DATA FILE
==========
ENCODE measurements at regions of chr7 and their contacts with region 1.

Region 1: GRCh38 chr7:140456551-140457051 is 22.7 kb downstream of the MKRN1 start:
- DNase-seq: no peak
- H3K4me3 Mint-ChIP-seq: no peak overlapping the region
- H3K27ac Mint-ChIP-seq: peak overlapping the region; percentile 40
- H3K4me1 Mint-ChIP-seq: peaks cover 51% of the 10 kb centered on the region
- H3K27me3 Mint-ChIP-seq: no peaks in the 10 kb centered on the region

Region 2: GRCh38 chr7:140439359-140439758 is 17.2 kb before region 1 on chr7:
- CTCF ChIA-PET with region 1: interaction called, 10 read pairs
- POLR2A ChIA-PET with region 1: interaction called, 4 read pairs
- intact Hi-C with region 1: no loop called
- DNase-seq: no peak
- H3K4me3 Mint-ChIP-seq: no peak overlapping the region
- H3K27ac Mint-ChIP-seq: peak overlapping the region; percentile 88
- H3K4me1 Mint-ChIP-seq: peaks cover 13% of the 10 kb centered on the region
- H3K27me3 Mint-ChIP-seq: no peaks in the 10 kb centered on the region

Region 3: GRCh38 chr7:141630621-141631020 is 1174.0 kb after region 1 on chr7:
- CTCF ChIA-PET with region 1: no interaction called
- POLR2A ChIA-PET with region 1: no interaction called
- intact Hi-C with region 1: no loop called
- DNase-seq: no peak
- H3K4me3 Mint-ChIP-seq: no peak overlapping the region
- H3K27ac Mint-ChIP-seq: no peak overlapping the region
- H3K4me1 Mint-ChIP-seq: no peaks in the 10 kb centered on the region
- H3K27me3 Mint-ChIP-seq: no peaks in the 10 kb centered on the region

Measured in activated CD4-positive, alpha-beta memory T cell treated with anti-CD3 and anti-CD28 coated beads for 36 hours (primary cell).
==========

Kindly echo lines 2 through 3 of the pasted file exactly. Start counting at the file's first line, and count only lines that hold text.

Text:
Region 1: GRCh38 chr7:140456551-140457051 is 22.7 kb downstream of the MKRN1 start:
- DNase-seq: no peak